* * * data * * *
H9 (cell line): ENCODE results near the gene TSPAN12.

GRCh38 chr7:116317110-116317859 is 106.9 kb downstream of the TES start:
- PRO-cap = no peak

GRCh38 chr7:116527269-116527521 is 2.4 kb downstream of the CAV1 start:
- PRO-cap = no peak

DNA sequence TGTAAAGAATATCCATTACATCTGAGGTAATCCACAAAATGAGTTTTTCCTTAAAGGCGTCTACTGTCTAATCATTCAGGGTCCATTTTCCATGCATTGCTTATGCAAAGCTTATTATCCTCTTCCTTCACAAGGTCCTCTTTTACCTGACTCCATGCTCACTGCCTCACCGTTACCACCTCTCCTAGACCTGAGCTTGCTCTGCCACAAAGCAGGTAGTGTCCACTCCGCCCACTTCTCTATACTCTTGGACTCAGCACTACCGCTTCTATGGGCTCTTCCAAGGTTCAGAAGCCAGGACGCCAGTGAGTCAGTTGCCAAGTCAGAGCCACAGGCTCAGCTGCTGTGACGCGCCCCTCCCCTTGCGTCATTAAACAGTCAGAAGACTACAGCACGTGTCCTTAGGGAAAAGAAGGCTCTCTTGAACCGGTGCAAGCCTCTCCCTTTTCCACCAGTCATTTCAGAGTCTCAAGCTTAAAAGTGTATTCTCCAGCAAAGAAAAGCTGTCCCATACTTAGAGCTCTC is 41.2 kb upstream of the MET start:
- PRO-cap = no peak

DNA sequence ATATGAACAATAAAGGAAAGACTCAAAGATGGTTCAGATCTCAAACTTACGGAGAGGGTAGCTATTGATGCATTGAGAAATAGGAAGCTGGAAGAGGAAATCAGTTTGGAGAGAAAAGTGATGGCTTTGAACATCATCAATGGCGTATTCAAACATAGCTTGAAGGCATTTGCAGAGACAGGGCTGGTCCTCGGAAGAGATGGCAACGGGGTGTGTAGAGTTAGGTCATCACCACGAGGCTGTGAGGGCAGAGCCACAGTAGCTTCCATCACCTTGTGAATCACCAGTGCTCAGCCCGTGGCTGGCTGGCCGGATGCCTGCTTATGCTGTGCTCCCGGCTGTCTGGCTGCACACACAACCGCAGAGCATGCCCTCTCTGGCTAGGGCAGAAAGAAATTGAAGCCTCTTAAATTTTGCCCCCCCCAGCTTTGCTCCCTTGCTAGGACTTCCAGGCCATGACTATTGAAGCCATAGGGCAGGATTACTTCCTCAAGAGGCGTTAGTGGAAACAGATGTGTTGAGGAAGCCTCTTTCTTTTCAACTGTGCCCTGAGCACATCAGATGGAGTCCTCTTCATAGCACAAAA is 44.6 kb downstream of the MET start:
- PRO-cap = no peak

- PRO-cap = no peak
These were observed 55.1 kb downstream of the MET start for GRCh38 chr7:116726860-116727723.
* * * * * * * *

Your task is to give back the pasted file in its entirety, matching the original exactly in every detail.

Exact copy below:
H9 (cell line): ENCODE results near the gene TSPAN12.

GRCh38 chr7:116317110-116317859 is 106.9 kb downstream of the TES start:
- PRO-cap = no peak

GRCh38 chr7:116527269-116527521 is 2.4 kb downstream of the CAV1 start:
- PRO-cap = no peak

DNA sequence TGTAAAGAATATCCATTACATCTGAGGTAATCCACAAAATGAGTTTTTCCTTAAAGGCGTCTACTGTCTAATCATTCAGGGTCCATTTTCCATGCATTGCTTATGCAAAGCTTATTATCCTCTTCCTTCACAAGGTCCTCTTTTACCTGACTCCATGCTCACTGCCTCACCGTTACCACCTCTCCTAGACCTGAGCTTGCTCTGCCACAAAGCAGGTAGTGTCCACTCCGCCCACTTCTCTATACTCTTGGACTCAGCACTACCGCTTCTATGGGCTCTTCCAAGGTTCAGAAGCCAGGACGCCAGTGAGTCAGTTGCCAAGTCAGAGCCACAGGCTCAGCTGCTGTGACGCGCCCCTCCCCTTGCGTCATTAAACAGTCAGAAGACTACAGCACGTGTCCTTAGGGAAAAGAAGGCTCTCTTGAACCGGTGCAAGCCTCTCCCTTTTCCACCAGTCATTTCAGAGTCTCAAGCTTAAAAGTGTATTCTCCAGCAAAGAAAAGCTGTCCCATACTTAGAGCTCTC is 41.2 kb upstream of the MET start:
- PRO-cap = no peak

DNA sequence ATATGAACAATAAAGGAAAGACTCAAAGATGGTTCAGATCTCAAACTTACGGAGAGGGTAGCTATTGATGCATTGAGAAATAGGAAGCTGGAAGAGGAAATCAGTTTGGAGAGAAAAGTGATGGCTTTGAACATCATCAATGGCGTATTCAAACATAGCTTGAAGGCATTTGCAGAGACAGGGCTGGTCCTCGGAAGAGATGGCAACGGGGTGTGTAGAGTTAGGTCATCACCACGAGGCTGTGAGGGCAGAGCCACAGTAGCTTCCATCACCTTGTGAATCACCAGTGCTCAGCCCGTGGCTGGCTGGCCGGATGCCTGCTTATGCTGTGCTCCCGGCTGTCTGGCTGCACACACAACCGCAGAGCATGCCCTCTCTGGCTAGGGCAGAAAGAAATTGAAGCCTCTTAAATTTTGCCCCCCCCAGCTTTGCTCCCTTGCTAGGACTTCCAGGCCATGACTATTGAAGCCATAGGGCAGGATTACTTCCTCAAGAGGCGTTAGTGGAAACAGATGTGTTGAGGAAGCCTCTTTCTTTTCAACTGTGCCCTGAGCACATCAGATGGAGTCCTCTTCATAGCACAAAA is 44.6 kb downstream of the MET start:
- PRO-cap = no peak

- PRO-cap = no peak
These were observed 55.1 kb downstream of the MET start for GRCh38 chr7:116726860-116727723.